That’s why the Visor Urbano team offers such intensive on-the-ground support. Correa estimates that he and his colleagues have driven more than 3,000 kilometers to deliver 450 hours of training to more than 700 public servants. To reach local offices in Yelapa they had to drive seven hours and then take a boat.
The travel pays off. For staff, the personal touch helps to overcome jitters about using technology and changing the way they’ve always worked. Being there also helps the Visor Urbano team identify local champions to carry the project forward. Sometimes that’s the mayor; other times it’s a manager in charge of licensing, taxation, or technology, or even frontline workers.
When the initial in-person training is over, the Visor Urbano team keeps in close touch with city teams via a WhatsApp chat that is constantly buzzing with questions. Correa says that responsiveness has been absolutely critical. “It’s being in touch with the public servants, via any means possible—WhatsApp, Facebook calls, phone calls. That’s one of the main reasons we’ve been so successful in implementing.”
They’re starting with quick wins.
The version of Visor Urbano that Guadalajara developed and is using today is a multi-faceted tool. Not only does it handle business licensing, a relatively basic transaction. It also handles construction permitting, a more complex process that requires more detailed land-use mapping than many Mexican cities have at their disposal.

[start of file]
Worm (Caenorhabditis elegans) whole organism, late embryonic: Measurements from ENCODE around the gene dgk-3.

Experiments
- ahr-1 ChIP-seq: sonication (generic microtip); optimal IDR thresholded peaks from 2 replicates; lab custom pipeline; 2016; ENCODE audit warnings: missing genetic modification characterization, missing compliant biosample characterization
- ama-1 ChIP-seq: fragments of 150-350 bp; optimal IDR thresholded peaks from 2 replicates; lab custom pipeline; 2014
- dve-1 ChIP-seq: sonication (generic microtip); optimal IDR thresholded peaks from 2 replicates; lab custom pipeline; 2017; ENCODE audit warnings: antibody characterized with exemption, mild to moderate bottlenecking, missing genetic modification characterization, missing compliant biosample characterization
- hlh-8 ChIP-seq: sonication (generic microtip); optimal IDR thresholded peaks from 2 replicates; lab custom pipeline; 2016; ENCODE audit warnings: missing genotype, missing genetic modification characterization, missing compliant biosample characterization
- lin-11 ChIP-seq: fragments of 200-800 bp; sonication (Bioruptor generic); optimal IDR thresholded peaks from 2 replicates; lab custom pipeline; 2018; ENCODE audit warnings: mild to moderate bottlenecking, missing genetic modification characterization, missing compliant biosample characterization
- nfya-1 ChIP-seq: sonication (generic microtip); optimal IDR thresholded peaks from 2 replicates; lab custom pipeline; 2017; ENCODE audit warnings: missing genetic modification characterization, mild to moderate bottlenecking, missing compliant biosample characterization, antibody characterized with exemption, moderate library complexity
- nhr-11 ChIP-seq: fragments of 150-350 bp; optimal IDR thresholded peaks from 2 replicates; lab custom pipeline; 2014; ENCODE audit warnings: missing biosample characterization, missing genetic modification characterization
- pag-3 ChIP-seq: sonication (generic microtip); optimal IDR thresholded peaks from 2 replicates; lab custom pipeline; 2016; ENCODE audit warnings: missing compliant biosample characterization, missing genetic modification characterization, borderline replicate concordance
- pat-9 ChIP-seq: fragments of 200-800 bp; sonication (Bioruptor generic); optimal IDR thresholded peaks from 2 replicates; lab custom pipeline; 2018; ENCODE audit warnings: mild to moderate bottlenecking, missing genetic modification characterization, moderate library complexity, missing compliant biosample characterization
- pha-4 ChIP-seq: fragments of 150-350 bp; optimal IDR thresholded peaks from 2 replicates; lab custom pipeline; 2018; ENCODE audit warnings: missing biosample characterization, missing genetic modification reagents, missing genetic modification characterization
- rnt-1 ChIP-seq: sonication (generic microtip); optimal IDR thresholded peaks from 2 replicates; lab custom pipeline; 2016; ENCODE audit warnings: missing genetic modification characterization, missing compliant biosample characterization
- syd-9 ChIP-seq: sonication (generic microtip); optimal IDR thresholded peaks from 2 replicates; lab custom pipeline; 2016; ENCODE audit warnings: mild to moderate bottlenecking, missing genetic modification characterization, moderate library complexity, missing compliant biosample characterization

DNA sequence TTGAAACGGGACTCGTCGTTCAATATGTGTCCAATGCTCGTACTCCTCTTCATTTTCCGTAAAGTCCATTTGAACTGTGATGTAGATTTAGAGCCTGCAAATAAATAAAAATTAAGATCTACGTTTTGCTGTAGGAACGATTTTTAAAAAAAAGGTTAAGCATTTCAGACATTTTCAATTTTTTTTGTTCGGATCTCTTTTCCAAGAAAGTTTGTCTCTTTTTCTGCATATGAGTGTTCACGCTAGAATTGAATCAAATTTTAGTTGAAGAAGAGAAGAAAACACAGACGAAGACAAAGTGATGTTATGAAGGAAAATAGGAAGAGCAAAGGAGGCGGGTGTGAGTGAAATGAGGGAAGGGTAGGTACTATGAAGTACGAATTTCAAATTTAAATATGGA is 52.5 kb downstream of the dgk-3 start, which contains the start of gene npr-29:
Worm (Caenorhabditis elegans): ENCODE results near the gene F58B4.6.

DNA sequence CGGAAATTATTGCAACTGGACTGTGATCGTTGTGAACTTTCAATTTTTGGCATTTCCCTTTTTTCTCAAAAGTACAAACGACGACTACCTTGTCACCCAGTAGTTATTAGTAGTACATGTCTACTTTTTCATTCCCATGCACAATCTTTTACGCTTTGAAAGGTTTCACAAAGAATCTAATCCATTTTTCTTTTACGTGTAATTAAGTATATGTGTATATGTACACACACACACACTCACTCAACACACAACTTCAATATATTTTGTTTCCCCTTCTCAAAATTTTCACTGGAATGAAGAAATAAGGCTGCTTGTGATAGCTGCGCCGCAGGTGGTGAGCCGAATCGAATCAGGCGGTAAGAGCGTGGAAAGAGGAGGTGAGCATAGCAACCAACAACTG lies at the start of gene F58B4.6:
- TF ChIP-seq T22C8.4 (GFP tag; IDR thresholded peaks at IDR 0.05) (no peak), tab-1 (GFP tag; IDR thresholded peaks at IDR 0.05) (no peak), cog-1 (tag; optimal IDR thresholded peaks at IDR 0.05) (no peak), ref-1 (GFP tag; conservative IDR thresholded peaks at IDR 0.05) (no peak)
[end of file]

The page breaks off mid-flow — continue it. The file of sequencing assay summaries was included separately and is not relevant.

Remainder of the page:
Most of the cities adopting Visor Urbano are starting just with the business licensing. That’s the lowest hanging fruit; digitizing the construction permitting and land registry will come later.
Still, focusing on just business licensing brings big upsides. It’s a major revenue stream for local governments in Mexico. Making it work really well can spur a virtuous cycle.
“We Mexicans, we’re like, ‘If government doesn’t help me, I won’t pay,’” says Néstor Emmanuel De La Cruz Macías, mayor of the municipality of Gómez Farías. “But if we ask them to pay with an easier process, they do want to pay—they’re even happy about it. For a lot of years the process was really hard.”
A common legal framework helps with scalability.
Across the state of Jalisco, municipalities have a consistent legal framework around business licensing. While there are always some local quirks, generally speaking, Visor Urbano works more or less the same way in any of the state’s 125 municipalities. That’s enabled the platform to spread much faster than if every city had its own special way of doing the same thing.
Elsewhere in Mexico, the legal frameworks can be slightly different, but they’re similar enough that cities in other states have had no problem adapting Visor Urbano for themselves. Replication in other countries may pose additional complications, but Correa thinks it’s nothing that a simple software update can’t handle.
In fact, keeping the software flexible and continuously updated is another part of Visor Urbano’s success. The team listens closely to the needs of its municipal partners and is constantly building new features into the platform based on their feedback. It does not take technical know-how for a city’s staff to customize the software around their own preferred processes or workflows.
“The platform is self-customizable,” Correa says. “Even for the small municipalities who don’t have the capacity to develop code, they can just enable or disable certain functionalities. It’s easy to do.”